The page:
Activision Wins Lawsuit Pursued By AM General In Regards To Humvee’s Being Portrayed In Call Of Duty

Activision Wins Lawsuit Pursued By AM General In Regards To Humvee’s Being Portrayed In Call Of Duty
Credit: Call of Duty via YouTube

Chasing obscure laws around courtrooms by over-educated silver-spooners has got to be one of the most arbitrary and dull facets of modern life that keeps a thorn in the side of society. From patent trolling, where teams of lawyers bully small companies over drawn-out battles that bring the small company to financial ruin, to massive publishers searching for mods they don’t like to bring a legal smackdown to some guy in a living room, it’s a frankly baroque reference at best. None the less, we all adhere to the laws and agreements of various courts that make political corruption look like child play, but it’s important to pause for a moment and take note when a decision comes from courts that isn’t monumentally idiotic.

The celebration today isn’t necessarily regarding a victory for citizens, but it is a surprisingly fresh result between two companies with too much time and money on their hands.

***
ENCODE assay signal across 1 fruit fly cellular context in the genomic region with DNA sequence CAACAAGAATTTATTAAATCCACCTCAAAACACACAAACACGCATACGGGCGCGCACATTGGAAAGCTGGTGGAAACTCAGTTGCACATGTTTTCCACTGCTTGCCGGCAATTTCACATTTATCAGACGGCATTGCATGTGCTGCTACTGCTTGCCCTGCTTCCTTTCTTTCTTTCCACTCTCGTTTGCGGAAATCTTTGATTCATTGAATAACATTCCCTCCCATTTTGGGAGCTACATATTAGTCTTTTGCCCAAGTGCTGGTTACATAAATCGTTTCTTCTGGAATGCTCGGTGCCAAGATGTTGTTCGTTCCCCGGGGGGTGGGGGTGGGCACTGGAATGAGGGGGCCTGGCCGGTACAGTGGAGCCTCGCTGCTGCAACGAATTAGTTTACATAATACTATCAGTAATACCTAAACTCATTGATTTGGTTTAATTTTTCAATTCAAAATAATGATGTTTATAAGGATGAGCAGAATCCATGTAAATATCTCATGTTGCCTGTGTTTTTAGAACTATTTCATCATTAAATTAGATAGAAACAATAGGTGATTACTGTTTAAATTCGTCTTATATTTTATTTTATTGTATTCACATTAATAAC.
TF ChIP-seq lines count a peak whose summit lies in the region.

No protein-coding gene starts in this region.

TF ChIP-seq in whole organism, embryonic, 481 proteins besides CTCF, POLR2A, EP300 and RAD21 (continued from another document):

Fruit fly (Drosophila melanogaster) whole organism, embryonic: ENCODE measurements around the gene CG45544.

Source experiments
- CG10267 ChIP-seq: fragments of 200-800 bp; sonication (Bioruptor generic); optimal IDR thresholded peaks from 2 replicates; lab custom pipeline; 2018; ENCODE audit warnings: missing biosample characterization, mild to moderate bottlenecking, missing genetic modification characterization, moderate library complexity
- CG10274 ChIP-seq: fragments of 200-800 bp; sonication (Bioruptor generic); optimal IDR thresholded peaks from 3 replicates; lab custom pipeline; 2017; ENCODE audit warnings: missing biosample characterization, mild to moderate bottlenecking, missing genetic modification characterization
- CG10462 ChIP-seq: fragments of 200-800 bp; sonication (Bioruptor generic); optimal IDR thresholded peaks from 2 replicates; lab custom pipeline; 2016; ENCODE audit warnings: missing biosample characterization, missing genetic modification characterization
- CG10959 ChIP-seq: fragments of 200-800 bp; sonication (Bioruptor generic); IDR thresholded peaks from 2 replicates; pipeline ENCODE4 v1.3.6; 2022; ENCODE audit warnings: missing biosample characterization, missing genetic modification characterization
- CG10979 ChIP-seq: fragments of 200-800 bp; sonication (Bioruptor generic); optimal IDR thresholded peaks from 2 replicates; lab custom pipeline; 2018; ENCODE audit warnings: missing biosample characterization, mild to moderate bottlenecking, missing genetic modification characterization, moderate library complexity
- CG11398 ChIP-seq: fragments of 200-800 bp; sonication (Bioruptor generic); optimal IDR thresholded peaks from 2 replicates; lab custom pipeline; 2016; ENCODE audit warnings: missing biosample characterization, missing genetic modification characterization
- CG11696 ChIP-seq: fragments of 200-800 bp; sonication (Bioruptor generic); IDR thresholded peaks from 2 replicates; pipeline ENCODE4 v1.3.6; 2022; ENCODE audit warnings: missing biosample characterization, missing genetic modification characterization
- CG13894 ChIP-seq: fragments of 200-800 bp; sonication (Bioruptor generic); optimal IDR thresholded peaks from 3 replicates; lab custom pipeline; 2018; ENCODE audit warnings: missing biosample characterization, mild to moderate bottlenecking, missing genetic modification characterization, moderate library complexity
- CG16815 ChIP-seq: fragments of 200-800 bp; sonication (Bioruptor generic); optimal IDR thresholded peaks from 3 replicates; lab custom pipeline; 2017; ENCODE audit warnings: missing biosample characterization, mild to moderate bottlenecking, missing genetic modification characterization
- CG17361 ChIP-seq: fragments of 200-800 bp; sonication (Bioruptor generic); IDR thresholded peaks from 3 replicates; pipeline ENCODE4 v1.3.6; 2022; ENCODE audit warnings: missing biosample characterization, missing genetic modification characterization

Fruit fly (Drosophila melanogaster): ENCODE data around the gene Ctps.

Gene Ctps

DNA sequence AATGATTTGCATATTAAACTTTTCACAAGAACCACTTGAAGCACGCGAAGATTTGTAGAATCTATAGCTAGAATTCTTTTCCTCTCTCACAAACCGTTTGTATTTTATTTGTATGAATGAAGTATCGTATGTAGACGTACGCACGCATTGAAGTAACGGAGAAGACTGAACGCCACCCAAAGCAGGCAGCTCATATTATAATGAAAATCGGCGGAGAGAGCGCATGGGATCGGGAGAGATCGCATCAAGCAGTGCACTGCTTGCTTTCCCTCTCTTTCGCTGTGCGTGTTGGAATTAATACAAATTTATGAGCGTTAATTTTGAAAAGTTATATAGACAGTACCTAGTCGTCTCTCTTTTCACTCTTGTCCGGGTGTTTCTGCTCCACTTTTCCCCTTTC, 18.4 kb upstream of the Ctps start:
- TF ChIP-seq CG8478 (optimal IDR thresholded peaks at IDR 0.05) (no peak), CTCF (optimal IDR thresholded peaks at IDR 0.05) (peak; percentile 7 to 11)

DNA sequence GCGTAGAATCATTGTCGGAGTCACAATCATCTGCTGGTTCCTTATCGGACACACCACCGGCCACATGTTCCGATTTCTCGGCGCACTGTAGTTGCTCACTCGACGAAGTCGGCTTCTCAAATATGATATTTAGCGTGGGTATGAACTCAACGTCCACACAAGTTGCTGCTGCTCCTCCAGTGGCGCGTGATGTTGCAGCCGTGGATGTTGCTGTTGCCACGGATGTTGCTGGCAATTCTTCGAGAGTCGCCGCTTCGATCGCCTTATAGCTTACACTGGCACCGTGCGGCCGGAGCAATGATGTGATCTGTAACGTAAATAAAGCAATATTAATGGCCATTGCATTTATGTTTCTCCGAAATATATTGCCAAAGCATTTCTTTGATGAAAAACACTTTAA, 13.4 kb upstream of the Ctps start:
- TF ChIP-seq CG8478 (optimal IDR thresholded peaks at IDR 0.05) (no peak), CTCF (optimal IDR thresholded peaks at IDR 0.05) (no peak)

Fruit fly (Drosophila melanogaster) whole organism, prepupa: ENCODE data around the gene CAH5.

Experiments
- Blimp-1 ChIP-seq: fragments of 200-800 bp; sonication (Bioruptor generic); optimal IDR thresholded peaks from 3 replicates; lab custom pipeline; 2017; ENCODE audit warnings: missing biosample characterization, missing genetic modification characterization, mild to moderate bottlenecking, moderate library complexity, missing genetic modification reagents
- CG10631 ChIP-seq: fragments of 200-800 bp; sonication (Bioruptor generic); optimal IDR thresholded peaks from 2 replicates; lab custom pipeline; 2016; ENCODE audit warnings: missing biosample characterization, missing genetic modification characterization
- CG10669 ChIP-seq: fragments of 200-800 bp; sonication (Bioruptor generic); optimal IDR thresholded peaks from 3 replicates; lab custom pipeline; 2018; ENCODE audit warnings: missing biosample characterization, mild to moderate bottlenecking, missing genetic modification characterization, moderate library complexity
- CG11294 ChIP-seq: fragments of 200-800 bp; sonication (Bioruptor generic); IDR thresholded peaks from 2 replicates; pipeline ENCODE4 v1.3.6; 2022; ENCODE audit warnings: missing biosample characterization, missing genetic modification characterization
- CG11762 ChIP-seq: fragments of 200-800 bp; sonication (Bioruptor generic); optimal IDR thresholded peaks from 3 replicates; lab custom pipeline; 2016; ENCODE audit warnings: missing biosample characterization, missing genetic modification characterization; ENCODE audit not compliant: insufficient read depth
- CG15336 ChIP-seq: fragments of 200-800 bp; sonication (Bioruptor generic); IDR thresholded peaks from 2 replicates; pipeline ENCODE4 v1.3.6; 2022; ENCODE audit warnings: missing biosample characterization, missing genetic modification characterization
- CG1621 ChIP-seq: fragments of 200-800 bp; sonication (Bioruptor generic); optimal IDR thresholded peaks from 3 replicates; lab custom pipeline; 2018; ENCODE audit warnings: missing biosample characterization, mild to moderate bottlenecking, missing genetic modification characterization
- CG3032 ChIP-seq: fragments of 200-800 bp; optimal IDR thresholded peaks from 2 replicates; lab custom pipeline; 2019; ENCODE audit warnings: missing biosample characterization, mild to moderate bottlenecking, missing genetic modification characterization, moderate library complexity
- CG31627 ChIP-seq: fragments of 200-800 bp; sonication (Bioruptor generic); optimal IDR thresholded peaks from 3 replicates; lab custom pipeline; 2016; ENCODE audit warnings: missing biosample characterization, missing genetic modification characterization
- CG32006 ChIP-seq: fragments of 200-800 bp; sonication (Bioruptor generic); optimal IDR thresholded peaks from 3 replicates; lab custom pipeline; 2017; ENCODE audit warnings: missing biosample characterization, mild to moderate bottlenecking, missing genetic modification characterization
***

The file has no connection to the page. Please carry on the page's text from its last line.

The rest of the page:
AM General has been pursuing Activision, developers behind the near-annual Call of Duty franchise that portrays war as soldiers all on speed with various facial hair lengths, over the inclusion of Humvee’s in the Call of Duty franchise. This was arguably an important case for the video game industry to win, however; imagine not being able to use any real weapons without developers cutting weapon manufacturers a check, or jets and helicopters not existing in their current form.

Battlefield wouldn’t have an F-22, they would have a make-believe jet that would (of course) be wildly different than what Lockheed Martin pushes in their multinational arms-deals so various nations can blow the snot out of each other.

It was frankly a grim reality that was proposed for fans of military sims, and Activision (of all developers) was at the forefront of the battle.

We’ll bypass most precedential cases that can make anyone temporarily experience narcolepsy; Activision won the case with a New York federal judge presiding, which makes for one of the surprisingly few cases where an industry can win against a military supplier.

Humvee’s can safely be used not only in Call of Duty but many other titles and pieces of media as a portrayal of modern military life. It sets the precedent that other militaristic manufacturers can have their likeliness portrayed.

Granted, there’s still a lot more hoops and courts that AM General can force Activision to hop through, so the battle might not be entirely over just yet. If the case ends up in front of the supreme court, we’re likely not looking too healthy in the military sim department.